Cabling Solutions for High Density Data Center

Posted on by FS.COM

The network speed keeps changing from 1G to 10G, 10G to 40G and even to 100G. Thus, different optical technologies and cabling infrastructures are required. The data center cabling systems turn to be more and more complex. A nice cable management is the key to good service or scalability for troubleshooting.

When designing a network system, one should better plan the cabling system in advance. Two kinds of cabling systems can be applied and they are unstructured system and structured system.

Unstructured System

Unstructured cabling system is applied when optical links are deployed point to point or device to device with no patch panels installed in the link. In this system, cabling infrastructure will always be in a mess with many two-fiber optical patch cords. And this entanglement will bring difficulties in routing new patch cords in ceiling or floor trays all the way across the data center whenever a new device is deployed. That greatly influences work efficiency. What’s more, this system causes the overheating of data centers especially around the racks where cable clutter occurs. However, some organizations today still utilize the traditional cable solutions, just deploying cables to meet immediate needs without considering future needs.

structured-and-unstructured

Structured System

As port counts increase and network equipment become dense in the data center, the management of these device is a big challenge. The connection of the high density data center must not apply the same method used in the low speed network. The best way is to move from traditional low-density, duplex patch cord cable solutions to high-density, structured cable solutions.

Structured cabling system is a flexible, reliable and highly efficient for moving, adding and changing the infrastructure as the network grows. This kind of system requires additional investment on pre-terminated MPO cabling such as patch panel to create the cabling infrastructure. But the benefits brought by the cost make cable deployment and troubleshooting time more efficient. Structured cabling is often applied as the infrastructure grows and as constant moves and changes need for a reliable network. So the deployment of robust cabling links between two patch panels is very common in high density data centers.

MTP/MPO Components for Structured Cabling System

By comparison, structured cabling is obviously better than unstructured cabling system considering future high density cabling deployment. When cabling high density, high-port-count MPO equipment can provide more scalability to accommodate future data rates. Typical MTP/MPO components used in structured cabling system are shown in the following table.

Item Image Description
MPO/MTP Trunk Cable MTP-trunk-cable

MPO/MTP trunk cables are typically 12 to 144 fibers and create the permanent fiber links between patch panels in a structured environment. These cables are preterminated with MPO/MTP connectors at a specified length.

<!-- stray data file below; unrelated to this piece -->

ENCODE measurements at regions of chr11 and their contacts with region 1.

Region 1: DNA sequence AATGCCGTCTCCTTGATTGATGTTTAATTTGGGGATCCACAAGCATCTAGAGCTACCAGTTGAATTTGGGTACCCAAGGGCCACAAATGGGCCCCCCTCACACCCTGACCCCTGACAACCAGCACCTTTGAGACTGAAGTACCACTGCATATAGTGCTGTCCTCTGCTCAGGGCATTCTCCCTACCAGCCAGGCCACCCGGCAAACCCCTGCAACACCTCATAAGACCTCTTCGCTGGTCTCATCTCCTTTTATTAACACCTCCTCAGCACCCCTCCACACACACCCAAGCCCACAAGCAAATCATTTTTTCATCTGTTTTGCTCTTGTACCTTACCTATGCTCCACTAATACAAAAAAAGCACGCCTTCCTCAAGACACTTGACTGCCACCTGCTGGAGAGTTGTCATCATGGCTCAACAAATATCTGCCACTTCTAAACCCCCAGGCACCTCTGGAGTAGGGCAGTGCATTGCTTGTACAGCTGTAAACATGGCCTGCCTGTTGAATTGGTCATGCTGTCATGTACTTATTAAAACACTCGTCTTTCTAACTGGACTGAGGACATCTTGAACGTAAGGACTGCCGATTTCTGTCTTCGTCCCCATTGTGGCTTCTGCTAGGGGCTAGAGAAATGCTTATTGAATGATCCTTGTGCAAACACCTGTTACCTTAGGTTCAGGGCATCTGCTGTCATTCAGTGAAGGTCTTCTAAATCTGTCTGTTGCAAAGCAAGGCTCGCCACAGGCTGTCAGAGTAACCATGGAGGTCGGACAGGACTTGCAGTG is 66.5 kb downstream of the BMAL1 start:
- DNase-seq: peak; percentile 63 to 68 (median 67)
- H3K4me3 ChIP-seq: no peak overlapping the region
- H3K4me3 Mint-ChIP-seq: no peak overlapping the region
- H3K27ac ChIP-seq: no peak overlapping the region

MTP-LC Harness Cable MTP-harness-cable

MTP-LC harness assemblies are used for breaking out the MTP connector into multiple LC connections.

MTP Adapter Panel MTP-adapter-panel

MTP adapter panels are installed into the housings. They offer a connection point between the MTP trunks and MTP jumpers or harnesses. Thus, the trunk cables and MTP jumpers plug into the rear and front of the panel.

MTP/MPO – LC Cassette  mtp_24f_cassette_fs

MTP/MPO – LC Cassettes are installed into the connector housings. They breakout the MTP connection from the trunk cables into LC connectivity. Thus, the trunk cables plug into the rear MTP of the module, and LC patch cords plug into the front of the module.

40G Structured Cabling Solutions

Structured cabling solutions allow for high consolidation of cabling into a compact patch panel, cabling and connectivity. A good cable management solution using an MPO/MTP patch panel allows for easy management in the high density data center. Below are cabling solutions of 40G for cable management configurations.

One method uses MTP-LC harnesses to transition the MTP connector to LC leads through the use of fiber enclosure loaded with 4 fiber adapter panels (12xMTP Key-up/Key-down) . This 12-fiber MTP to LC harness assembly breaks out 4 x LC uniboot legs connecting the SFP+ ports. The lengths of LC harness legs can be customized to adapt to different situations. But this often results in messy cable management.

solutions-40G

The other method uses MPO/MTP trunk cable and fiber enclosure loaded with 4 MTP high density cassettes (2 x MTP-12 to Duplex LC/UPC 10G OM4) to realize the interconnection. This 96-fiber 1RU rackmount fiber enclosure connects LC patch cords and MTP trunk cable. This method is specially used when the 4xLC ports are not located in close proximity on a single device or are being split between multiple devices. Because it’s more manageable to land the MTP trunk cables into fiber enclosure with individual LC ports for 4xLC patch cables.

solutions-40G

Conclusion

A good cabling system design should meet both current and future network requirements. Structured cabling using an MTP cabling infrastructure is suitable for current 10 Gigabit Ethernet environments while maintaining protection for 40 Gbps environments and beyond. Since patch panels are special for higher density cabling to accommodate the transition from the MTP connectivity to the traditional LC connectivity. To further optimize cabling density, MTP assemblies are wise choice.

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